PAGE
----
The Tracker Movie Review
The four characters of the expedition are identified by their function in the story. Leading the pursuit of the runaway native is the stiff-backed "Fanatic" (Gary Sweet), a complex, intelligent man full of racial hatred, self-righteous zeal and self-justifying cruelty. However deep his contempt for anyone not of his color or calling, he has the wisdom to employ the services of the "Tracker" (David Gulpilil), although without much trust from the man. His own recognition of subtle marks on the ground suggest the subtlety of his mind.
Rounding out the white posse are the "Follower" (Damon Gameau), a young man of no training who thinks it clever that he can pick at a mandolin; and the "Veteran" (Grant Page), an old timer of the army whose allegiance to his leader will undergo some changes.
All are on horseback except the Tracker, who walks every step of the journey. And, while he may seem to have the opportunity to lead the riders astray, his tracking is true. Still, his expression tells us that his ultimate goal is in question. Even when the Fanatic puts him in chains, he seems to be using his employer as much as the man is using him. The Fanatic may be holding the gun, but he's not holding all the cards.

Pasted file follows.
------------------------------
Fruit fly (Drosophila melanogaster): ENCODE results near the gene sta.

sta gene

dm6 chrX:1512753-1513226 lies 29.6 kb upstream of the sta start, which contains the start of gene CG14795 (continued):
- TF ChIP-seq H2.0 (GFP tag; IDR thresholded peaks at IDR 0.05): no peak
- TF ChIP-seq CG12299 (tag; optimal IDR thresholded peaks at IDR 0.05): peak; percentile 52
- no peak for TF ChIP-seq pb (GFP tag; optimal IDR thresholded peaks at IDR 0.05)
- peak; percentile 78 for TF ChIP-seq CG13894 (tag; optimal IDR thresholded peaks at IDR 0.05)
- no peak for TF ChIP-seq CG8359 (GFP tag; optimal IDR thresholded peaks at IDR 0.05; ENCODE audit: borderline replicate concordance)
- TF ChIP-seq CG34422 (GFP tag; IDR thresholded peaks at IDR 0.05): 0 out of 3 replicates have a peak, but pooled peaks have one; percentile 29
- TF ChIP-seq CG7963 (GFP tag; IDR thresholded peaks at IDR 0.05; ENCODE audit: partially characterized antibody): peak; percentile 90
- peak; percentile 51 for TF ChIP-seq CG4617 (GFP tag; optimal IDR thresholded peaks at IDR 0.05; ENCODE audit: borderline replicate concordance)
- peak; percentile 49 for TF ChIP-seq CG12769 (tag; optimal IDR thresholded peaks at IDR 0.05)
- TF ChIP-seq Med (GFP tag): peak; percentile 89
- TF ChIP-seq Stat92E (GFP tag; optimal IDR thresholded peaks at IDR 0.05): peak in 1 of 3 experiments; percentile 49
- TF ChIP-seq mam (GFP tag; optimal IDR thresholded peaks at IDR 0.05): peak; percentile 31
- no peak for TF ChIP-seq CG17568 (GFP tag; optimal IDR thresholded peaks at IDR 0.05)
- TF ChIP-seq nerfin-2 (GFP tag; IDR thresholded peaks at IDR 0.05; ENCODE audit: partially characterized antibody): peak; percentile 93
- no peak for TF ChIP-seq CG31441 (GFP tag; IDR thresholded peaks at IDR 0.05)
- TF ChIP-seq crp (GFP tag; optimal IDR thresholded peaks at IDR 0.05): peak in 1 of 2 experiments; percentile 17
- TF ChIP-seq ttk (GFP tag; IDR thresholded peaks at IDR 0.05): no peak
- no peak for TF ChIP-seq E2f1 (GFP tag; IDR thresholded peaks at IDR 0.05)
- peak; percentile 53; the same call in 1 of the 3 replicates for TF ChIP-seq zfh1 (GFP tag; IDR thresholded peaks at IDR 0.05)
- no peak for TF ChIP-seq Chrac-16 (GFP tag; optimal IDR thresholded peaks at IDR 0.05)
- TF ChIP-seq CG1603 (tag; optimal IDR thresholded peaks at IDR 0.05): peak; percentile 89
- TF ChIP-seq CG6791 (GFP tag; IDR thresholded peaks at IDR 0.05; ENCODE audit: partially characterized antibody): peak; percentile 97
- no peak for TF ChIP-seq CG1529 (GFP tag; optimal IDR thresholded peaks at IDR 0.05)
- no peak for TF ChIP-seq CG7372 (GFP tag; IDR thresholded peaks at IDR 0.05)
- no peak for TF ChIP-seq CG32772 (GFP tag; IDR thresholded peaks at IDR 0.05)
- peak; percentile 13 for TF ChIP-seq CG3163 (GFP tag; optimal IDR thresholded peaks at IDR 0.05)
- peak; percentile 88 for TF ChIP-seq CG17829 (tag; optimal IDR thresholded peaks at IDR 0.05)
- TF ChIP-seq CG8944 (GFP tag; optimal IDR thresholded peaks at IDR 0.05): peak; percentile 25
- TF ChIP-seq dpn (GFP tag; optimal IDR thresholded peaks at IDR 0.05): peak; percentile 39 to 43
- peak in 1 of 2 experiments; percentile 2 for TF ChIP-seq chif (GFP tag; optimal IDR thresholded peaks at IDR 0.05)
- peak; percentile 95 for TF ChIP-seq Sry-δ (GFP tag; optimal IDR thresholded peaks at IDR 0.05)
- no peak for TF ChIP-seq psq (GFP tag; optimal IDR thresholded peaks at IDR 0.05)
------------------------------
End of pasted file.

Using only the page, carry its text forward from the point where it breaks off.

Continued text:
It seems, too, that the Fugitive (Noel Wilton) is purposely leading the trail deeper and deeper into the remote outback wilderness. At times, we see him lingering near his pursuers, overlooking them, even throwing a spear that finds its mark with supernatural accuracy, striking fear into the already demoralized heart of the team.
Questionable storytelling techniques are employed in support of a simply told dramatic narrative. It might be considered more a film from the unsophisticated '40s rather than a product from 2002. As a means to shy away from gross brutality and killing, for example, 14 figuratively painted scenes are interjected by director Rolf de Heer into the live action footage to portray moments of extreme violence and their aftermath -- an interesting device implying an historical dimension, but strangely awkward in terms of film pacing.
Despite the subject matter of evil, domination, and unreasoned violence, the slow relentlessness of the journey and its psychological interplay develop an epic quality. The yarn is assisted by the periodic insertion of songs that evoke the mood and meaning behind the action. The 10 original songs are the work of composer Graham Tardif, with lyrics by de Heer. Indigenous musician Archie Roach performed the vocals which, in a slowly ingratiating way, make the balance of bravery and cowardice something of a tone poem.
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